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July 26, 2017

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Tribal revenue growth slows but still overtakes nontribal casinos

Indian casinos nationwide generated 5 percent more gambling revenue in 2007 than the previous year in spite of an economic slowdown that began to take effect in the fourth quarter of last year, according to a report released today.

Regulatory restrictions did more to hamper revenue growth than the economic downturn, which was just getting started last year, said economist Alan Meister, author of Casino City's annual Indian Gaming Industry Report.

The biggest example is California, which accounts for 29 percent of tribal gambling revenue nationwide and has been gaining on Nevada.

After a two-year fight, four tribes in California this year won ballot measures allowing them to install up to 17,000 slot machines. Before the slowdown worsened, some of these tribes, which offer some of the region's largest and most lavish properties, were adding bingo machines in the meantime just to meet demand, Meister said.

California's tribal casinos generated $7.8 billion in gambling revenue last year versus Nevada's $12.8 billion.

Until 2007, gambling revenue from tribal casinos had grown by double digits every year since the federal government legalized tribal casinos in 1988. Tribal casinos generated gambling revenue of $26.5 billion last year.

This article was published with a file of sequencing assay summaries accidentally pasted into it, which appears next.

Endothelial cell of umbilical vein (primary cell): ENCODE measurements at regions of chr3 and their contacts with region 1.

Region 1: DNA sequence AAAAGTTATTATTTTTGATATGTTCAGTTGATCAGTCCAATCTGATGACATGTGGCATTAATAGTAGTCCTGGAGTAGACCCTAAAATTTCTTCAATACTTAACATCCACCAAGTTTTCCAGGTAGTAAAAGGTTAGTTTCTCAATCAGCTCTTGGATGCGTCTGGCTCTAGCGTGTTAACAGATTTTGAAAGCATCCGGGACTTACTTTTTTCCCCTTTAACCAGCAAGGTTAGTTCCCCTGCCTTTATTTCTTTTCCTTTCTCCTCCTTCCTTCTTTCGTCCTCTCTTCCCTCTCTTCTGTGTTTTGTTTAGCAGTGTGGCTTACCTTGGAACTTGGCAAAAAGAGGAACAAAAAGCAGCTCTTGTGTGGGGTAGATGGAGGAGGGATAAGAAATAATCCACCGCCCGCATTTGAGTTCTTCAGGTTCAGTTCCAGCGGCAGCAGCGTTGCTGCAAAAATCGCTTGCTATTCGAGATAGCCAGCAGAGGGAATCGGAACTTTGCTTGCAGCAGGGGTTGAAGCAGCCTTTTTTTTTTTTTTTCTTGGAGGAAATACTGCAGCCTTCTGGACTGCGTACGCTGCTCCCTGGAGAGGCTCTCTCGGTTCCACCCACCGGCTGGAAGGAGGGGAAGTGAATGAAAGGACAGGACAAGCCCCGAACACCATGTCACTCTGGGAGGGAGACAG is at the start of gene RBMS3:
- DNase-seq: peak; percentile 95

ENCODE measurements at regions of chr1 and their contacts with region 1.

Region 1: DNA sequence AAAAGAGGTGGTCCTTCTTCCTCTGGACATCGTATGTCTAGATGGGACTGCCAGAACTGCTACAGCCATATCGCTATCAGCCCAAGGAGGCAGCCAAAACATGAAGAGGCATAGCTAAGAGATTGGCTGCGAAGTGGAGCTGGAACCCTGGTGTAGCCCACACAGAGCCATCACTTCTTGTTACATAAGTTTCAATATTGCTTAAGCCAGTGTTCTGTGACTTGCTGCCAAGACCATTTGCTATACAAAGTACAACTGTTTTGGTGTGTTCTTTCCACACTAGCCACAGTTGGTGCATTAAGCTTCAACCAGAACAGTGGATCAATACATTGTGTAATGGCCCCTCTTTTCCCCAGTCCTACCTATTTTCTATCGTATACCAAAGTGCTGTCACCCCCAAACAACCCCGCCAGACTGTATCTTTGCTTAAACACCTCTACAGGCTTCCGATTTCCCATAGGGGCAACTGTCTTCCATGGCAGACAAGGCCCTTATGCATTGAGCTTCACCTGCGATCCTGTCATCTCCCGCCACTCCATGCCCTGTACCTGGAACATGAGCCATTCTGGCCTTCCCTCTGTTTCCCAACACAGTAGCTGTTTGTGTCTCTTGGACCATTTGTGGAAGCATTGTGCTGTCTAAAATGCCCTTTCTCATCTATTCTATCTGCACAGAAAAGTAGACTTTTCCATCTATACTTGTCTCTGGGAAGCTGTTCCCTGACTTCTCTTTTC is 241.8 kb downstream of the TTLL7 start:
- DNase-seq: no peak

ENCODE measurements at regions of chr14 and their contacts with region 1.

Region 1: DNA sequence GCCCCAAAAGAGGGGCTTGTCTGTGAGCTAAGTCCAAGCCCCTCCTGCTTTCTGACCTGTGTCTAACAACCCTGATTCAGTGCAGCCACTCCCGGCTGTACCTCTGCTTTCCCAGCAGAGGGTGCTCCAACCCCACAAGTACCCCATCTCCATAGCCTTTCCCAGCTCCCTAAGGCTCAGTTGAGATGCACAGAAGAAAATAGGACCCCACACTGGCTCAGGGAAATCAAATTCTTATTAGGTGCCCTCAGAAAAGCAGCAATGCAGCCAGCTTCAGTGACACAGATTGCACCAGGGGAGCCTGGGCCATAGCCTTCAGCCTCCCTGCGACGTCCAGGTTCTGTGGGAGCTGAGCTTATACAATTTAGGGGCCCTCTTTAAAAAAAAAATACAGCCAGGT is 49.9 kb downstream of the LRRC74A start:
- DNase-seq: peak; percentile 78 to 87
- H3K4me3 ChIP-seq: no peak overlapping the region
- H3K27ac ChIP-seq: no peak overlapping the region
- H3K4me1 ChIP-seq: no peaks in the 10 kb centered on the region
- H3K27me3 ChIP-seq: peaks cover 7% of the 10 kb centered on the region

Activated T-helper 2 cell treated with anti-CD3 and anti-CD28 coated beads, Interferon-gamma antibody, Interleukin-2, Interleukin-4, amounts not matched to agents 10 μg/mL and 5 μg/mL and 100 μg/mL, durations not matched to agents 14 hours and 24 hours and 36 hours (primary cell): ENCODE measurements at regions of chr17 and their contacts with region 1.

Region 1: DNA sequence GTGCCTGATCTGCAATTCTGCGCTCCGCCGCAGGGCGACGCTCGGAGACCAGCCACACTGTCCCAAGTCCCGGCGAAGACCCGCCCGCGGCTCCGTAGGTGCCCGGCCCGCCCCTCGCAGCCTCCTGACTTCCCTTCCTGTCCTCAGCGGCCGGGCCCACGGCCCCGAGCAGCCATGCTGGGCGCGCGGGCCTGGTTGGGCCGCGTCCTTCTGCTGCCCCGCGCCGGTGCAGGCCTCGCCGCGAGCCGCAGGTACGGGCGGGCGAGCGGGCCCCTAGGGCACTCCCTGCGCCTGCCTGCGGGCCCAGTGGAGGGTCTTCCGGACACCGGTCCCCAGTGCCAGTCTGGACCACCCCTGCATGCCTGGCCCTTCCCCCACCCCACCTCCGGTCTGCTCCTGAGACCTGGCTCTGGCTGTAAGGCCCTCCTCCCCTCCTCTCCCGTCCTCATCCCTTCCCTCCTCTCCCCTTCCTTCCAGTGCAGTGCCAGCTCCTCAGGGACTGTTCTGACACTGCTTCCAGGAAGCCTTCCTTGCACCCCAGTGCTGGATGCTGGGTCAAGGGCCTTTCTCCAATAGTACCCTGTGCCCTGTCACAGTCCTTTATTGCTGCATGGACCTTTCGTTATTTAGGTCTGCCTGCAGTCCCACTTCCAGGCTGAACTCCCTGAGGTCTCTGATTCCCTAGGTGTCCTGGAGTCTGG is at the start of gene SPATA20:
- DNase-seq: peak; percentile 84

That growth rate was still better than the nontribal casino industry, which grew by 2 percent to $32.2 billion. The commercial casino business is more mature than tribal gaming, which is still growing as tribes expand their casinos, Meister said.

Last year, both tribal casinos and nontribal casinos lost market share to racetrack casinos, which were accounted for separately in the report.

Racinos are still relatively new concepts, they face little competition in many markets and have been an easier political sell than other types of casinos because they are attached to pre-existing racetracks, where business has fallen off in recent years, Meister said.

Revenue at racinos, which have opened in several new markets including Pennsylvania, New York and Florida, grew 21 percent over the past decade. That compares with 14 percent for tribal gaming and 6 percent for commercial casinos. Revenue rose 43 percent to $5.2 billion last year.

Racinos' market share rose 2.2 percentage points to 8.2 percent while commercial casinos lost 1.9 percentage points to 50.4 percent. Tribal gaming claimed a 41.4 percent market share, down 0.3 percentage points.

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